Versus the competiton:
The 1999 Honda Accord EX four-door has styling as bland as the Sonata’s, but it’s more than a step up mechanically. The 2.3-liter, 150-h.p. 4-cylinder is very lively, the 5-speed manual very smooth, the 25 m.p.g. city/31 m.p.g. highway mileage rating very attractive.
One major gripe: the seat bottom stops less than halfway down the thigh, which may be the design of choice for a bar stool, but not for a car seat that needs to provide long-distance comfort.
Too bad the seat was so skimpy, because ride and handling is most pleasant. The suspension system smooths road abrasions Sonata lets filter through.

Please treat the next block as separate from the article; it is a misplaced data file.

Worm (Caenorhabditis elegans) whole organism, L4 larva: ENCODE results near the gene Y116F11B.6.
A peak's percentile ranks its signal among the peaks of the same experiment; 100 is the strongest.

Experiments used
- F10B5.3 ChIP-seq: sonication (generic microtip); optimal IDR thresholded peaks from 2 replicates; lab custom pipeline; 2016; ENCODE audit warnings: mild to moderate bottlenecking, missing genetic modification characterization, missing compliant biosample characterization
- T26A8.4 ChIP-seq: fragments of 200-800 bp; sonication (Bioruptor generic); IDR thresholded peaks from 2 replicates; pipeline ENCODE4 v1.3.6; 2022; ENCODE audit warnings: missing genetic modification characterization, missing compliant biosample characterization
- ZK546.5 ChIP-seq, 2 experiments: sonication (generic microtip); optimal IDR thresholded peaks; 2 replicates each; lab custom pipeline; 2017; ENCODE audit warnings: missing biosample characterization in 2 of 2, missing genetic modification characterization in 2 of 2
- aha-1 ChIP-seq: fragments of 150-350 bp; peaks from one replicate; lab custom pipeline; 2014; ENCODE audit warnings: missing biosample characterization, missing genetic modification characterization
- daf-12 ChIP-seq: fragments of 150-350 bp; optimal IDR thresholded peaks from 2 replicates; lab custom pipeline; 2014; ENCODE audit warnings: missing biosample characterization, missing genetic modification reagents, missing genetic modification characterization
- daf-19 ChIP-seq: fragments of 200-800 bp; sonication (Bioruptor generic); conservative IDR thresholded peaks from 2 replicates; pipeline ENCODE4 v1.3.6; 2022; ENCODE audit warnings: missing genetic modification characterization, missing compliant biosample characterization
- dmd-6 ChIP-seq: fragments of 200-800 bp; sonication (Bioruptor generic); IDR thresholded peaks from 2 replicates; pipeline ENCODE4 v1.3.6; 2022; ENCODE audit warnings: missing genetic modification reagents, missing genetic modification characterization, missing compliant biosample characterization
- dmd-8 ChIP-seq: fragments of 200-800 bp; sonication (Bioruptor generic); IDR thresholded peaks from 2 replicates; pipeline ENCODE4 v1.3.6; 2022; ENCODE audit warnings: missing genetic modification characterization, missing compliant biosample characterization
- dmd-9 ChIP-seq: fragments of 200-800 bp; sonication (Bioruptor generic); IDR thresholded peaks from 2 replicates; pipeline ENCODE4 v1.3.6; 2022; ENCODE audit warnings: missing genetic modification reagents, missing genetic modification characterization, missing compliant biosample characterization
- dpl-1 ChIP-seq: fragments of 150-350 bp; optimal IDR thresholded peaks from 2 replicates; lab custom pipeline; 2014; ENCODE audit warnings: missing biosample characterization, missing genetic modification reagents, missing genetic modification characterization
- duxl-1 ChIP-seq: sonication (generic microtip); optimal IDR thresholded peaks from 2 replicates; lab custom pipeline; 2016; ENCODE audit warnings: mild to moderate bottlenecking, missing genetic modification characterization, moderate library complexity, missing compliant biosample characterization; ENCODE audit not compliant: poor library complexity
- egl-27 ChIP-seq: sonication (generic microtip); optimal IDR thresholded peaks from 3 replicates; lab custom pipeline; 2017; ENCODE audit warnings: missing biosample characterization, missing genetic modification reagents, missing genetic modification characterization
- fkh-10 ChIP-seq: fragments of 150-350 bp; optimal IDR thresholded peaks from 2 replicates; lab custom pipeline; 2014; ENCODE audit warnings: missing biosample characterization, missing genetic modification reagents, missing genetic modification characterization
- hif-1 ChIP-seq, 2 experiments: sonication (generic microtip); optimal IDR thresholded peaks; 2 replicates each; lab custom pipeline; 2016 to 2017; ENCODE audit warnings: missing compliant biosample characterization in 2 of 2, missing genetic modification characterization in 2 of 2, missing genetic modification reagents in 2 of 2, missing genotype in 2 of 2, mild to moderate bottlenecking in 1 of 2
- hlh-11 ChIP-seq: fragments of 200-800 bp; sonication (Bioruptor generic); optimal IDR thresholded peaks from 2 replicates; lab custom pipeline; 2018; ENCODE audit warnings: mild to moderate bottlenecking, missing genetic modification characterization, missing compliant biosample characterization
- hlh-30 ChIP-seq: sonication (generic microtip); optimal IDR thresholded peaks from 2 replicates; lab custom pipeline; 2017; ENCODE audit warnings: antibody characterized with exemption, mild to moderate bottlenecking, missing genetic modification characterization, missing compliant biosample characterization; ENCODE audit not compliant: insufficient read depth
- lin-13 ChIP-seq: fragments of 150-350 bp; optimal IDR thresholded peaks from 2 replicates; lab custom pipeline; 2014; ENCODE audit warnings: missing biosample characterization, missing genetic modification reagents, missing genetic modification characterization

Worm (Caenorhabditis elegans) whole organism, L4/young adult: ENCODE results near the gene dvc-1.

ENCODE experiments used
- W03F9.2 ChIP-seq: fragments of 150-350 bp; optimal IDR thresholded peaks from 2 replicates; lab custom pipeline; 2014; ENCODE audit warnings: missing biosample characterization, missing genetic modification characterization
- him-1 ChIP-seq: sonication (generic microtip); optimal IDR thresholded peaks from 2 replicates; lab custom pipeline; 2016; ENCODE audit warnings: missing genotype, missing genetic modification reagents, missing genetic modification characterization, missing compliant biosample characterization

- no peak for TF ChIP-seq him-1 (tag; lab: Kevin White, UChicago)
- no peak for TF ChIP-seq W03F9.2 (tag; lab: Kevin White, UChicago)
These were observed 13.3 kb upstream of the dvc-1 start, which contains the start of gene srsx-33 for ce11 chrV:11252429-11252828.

Decent price: $20,900 that requires only a $415 freight charge to motor away with such standard equipment as variable-assist power steering; four-wheel disc brakes; anti-lock brakes; keyless entry; AM/FM/CD-player with six speakers; air conditioning with cabin micron air filter; cruise control; power locks/windows; trunk pass-through rear seat; power plug; body-colored power mirrors and side moldings; tinted glass; alloy wheels; 15-inch, all-season tires; and power moonroof.
Wonder why Accord vies with Camry for nation’s best-selling car? Look at the base price and the list of standard features, which defines value. Imports made their mark in the U.S. by keeping the standard equipment list long, the option list short, and Honda seems to be going back to its roots with this Accord.